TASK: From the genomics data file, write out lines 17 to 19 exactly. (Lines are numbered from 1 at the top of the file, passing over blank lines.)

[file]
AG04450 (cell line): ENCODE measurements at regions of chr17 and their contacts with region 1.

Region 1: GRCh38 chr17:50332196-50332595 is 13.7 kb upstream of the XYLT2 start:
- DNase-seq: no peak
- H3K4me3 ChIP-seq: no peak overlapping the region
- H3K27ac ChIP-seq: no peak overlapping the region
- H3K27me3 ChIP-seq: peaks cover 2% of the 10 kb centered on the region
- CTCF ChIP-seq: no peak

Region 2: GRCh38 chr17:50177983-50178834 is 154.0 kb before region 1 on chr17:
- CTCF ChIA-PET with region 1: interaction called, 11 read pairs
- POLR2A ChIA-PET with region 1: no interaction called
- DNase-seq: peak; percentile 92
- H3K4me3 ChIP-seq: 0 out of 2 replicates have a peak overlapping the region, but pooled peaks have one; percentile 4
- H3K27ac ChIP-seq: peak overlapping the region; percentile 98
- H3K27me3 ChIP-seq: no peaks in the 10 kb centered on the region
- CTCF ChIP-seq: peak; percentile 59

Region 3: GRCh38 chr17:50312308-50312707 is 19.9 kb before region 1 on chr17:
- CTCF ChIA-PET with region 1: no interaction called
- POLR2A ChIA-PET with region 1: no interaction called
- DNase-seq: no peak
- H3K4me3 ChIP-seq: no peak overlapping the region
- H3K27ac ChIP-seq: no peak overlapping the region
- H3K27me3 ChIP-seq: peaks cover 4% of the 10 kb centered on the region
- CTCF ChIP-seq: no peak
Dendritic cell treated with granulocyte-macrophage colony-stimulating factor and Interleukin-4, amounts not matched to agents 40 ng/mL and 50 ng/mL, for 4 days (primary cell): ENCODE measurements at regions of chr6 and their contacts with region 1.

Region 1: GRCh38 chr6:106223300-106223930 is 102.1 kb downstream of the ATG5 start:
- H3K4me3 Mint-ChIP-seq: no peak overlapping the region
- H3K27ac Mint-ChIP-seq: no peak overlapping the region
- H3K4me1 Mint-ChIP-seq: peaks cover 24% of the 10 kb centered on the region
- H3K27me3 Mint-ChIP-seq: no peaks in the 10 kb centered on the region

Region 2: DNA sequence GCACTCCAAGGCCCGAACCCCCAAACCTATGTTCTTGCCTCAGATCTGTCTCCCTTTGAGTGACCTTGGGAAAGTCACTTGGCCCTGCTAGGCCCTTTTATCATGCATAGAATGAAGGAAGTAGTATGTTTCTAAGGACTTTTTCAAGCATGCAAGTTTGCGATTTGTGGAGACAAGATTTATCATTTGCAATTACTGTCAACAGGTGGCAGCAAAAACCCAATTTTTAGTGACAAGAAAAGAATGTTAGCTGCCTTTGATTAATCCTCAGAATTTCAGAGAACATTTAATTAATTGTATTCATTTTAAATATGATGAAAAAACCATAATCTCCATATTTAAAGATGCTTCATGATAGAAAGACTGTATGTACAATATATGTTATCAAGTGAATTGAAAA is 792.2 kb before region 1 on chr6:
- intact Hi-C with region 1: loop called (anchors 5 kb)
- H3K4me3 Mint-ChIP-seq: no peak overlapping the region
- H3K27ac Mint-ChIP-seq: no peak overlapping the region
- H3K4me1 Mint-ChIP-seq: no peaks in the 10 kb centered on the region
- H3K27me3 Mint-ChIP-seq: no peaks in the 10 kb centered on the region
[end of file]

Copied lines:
- CTCF ChIA-PET with region 1: no interaction called
- POLR2A ChIA-PET with region 1: no interaction called
- DNase-seq: no peak